It didn’t have to be this way. If the former colonizers or the United States had been more involved with newly decolonized countries and not left them as wards of the UN, anti-Americanism might not be a reflex reaction in the Third World. With South Sudan, the West has a unique opportunity to start over, to show that it has learned the lessons of over-hasty and badly managed decolonization.

At a time of debt crisis in the EU and wrangling over the debt ceiling in the US, it will not be easy to dedicate millions of dollars in aid to feed the starving children of South Sudan. But if the developed world is serious about helping the less fortunate and bridging the massive equality gaps that plague our world, now is the time to do so.

Israel has a critical role to play in this process. Both Israel and South Sudan earned their sovereignty only after traumatizing and close-run wars of independence. Both nations regained control of their own future after centuries of cruelty and oppression by their Arab neighbours. And both nations are saddled with question marks hanging over their borders, as South Sudan prepares for a drawn-out struggle with its former Northern overlord over the disputed provinces of Abyei and South Kordofan.

South Sudan will need a modern, professional military to defend itself against the bloodthirsty dictator and war criminal in Khartoum, and Israel can certainly help in that regard. But more importantly, the Jewish State can also nurture democracy and sustainable development in South Sudan.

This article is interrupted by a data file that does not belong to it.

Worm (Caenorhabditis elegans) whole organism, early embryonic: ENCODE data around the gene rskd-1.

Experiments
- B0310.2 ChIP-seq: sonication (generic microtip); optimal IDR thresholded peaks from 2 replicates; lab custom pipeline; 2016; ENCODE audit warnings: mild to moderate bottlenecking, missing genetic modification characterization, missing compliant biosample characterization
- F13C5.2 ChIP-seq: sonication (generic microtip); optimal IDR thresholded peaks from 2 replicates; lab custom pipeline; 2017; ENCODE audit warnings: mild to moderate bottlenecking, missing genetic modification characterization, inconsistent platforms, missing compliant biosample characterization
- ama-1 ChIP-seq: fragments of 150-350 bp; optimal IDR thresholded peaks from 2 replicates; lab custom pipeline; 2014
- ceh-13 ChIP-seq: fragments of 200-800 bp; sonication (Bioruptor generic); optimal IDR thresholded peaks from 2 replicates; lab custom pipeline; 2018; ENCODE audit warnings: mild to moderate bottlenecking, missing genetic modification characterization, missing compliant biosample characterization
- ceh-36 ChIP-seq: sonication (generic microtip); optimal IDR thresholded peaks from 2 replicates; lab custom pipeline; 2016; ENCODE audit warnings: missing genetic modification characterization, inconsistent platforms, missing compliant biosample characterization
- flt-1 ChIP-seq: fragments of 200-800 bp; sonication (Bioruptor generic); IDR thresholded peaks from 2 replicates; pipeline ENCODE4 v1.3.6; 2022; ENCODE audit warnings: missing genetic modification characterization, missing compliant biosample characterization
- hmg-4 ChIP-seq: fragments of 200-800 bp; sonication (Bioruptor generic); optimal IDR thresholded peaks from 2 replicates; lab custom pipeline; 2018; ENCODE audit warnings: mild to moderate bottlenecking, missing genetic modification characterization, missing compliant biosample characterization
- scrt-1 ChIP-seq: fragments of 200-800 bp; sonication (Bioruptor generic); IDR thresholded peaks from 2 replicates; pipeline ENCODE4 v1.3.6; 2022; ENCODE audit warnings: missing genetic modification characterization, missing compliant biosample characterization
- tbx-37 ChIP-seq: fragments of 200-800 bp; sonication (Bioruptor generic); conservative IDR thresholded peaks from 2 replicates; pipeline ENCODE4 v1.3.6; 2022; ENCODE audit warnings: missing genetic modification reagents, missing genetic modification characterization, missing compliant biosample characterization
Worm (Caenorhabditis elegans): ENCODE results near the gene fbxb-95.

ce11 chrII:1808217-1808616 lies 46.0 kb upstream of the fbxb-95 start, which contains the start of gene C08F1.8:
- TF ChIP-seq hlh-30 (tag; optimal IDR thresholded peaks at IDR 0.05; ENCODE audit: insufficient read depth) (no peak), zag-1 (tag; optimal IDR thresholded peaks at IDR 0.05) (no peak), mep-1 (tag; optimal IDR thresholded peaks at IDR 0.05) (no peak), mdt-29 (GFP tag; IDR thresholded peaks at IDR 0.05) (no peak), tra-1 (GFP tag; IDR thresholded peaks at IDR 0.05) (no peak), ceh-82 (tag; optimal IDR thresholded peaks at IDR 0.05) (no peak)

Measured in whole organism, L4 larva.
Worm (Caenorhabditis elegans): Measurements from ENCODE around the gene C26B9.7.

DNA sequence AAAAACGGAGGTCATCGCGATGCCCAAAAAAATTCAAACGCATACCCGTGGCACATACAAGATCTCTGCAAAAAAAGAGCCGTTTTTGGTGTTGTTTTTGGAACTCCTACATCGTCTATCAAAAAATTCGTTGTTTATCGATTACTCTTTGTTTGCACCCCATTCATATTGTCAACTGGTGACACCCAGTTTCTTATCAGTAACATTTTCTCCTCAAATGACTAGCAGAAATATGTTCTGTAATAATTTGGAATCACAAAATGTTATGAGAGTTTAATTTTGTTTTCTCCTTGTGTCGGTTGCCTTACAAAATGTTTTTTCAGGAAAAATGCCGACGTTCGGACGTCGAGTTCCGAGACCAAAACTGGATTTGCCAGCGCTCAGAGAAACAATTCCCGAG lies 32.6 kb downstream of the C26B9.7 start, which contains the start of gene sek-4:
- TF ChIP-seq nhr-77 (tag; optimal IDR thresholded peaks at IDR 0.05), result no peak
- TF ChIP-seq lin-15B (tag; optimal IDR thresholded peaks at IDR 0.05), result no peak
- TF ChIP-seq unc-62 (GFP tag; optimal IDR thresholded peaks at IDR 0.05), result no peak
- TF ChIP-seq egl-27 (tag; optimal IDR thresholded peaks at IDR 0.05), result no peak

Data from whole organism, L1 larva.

In recent years, Israel has become home to approximately 15,000 refugees from East Africa, although exact figures are difficult to determine. About 2,000 are said to be from South Sudan. As Israeli politicians from across the spectrum hailed South Sudanese independence, Interior Minister Eli Yishai of Shas was quick to propose the repatriation of these migrants, who are seen in some quarters as an economic and demographic boondoggle.

Yishai’s approach is foolish and wrong-headed,  especially since most of the refugees have no desire to return immediately. Rather than shipping the South Sudanese asylum seekers back to their newly sovereign homeland, Israel and international Jewish organizations should team up to provide them with the best education that Israel has to offer. After a few years of specialization at Israeli universities in fields such as agriculture, politics, medicine and communications, these former refugees can then return to South Sudan and use their new-found skills to build their country.

Israel, the only true democracy in the Middle East, can help breed the political class that will make South Sudan the only true democracy in East Africa. Innovative farming techniques that help grow fish in the Hula Marshes in Israel’s North can help raise fish in the Sudd, the giant marsh that dominates the geography of South Sudan. Israel’s extremely advanced solar panel technology can be easily transplanted to South Sudan, one of the sunniest nations on Earth.

The massive benefits of this program to South Sudan are clear. The world’s newest nation will receive tangible and desperately needed help from Israel in the form of cash, technology and even human capital. Who better to help the South Sudanese “start up” their nation than the Middle Eastern state famously dubbed “Start-up Nation”?

In its own small way, South Sudan can also begin to reward Israel’s massive investment in its future. At some point in September, the UN will hold its much anticipated vote on a unilateral Palestinian bid for independence and UN membership, in direct violation of the milestone 1996 Oslo Acc